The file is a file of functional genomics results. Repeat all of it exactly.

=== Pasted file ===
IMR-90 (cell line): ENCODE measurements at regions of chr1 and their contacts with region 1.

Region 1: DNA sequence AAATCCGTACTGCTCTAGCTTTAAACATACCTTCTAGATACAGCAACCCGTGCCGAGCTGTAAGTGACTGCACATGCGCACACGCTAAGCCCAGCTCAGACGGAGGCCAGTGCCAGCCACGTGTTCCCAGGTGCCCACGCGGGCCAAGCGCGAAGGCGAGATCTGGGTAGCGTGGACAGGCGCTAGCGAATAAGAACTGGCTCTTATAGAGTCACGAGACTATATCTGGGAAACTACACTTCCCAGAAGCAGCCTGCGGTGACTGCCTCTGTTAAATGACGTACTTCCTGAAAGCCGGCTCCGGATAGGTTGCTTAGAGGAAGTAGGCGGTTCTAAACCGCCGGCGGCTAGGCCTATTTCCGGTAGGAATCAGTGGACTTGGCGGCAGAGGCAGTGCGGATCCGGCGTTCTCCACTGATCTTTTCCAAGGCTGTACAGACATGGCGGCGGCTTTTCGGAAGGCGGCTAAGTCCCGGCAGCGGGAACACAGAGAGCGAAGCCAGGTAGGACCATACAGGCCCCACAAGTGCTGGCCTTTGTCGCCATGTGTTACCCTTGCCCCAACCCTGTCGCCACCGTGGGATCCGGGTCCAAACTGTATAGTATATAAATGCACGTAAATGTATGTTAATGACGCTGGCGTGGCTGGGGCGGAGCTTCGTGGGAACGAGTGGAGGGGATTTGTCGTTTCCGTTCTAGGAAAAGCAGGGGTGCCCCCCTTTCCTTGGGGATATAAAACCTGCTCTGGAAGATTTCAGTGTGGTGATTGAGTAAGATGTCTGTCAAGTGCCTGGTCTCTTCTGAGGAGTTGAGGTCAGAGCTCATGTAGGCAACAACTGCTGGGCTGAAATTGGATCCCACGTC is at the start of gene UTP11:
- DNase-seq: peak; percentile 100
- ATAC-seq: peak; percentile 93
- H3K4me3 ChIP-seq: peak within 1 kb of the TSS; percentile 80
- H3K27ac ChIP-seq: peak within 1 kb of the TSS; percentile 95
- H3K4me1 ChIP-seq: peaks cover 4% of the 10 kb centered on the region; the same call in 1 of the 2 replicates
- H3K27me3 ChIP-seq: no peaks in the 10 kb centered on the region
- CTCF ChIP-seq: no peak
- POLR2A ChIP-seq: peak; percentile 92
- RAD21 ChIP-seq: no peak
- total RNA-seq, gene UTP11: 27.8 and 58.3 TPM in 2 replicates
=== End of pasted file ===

IMR-90 (cell line): ENCODE measurements at regions of chr1 and their contacts with region 1.

Region 1: DNA sequence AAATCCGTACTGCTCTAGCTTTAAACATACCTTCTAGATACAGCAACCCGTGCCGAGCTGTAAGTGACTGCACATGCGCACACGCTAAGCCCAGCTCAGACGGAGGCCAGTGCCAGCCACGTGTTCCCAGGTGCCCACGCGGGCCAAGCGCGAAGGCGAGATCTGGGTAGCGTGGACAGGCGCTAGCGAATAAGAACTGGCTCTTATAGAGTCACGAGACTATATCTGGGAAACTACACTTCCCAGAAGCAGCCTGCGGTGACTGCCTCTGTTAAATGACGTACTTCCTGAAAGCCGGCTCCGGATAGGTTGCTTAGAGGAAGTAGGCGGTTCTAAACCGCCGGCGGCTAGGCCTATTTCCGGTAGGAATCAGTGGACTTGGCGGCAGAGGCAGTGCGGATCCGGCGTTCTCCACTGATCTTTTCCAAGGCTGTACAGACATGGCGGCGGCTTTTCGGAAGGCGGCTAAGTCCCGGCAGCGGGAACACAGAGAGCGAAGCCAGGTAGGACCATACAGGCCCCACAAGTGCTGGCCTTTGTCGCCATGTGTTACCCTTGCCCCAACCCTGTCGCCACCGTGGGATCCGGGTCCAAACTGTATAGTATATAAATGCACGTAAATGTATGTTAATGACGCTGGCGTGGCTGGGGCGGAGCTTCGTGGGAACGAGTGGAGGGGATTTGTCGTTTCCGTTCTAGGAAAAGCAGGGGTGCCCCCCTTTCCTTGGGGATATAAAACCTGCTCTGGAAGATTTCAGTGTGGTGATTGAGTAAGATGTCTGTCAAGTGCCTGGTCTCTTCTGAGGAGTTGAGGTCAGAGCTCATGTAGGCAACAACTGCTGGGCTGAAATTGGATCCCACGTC is at the start of gene UTP11:
- DNase-seq: peak; percentile 100
- ATAC-seq: peak; percentile 93
- H3K4me3 ChIP-seq: peak within 1 kb of the TSS; percentile 80
- H3K27ac ChIP-seq: peak within 1 kb of the TSS; percentile 95
- H3K4me1 ChIP-seq: peaks cover 4% of the 10 kb centered on the region; the same call in 1 of the 2 replicates
- H3K27me3 ChIP-seq: no peaks in the 10 kb centered on the region
- CTCF ChIP-seq: no peak
- POLR2A ChIP-seq: peak; percentile 92
- RAD21 ChIP-seq: no peak
- total RNA-seq, gene UTP11: 27.8 and 58.3 TPM in 2 replicates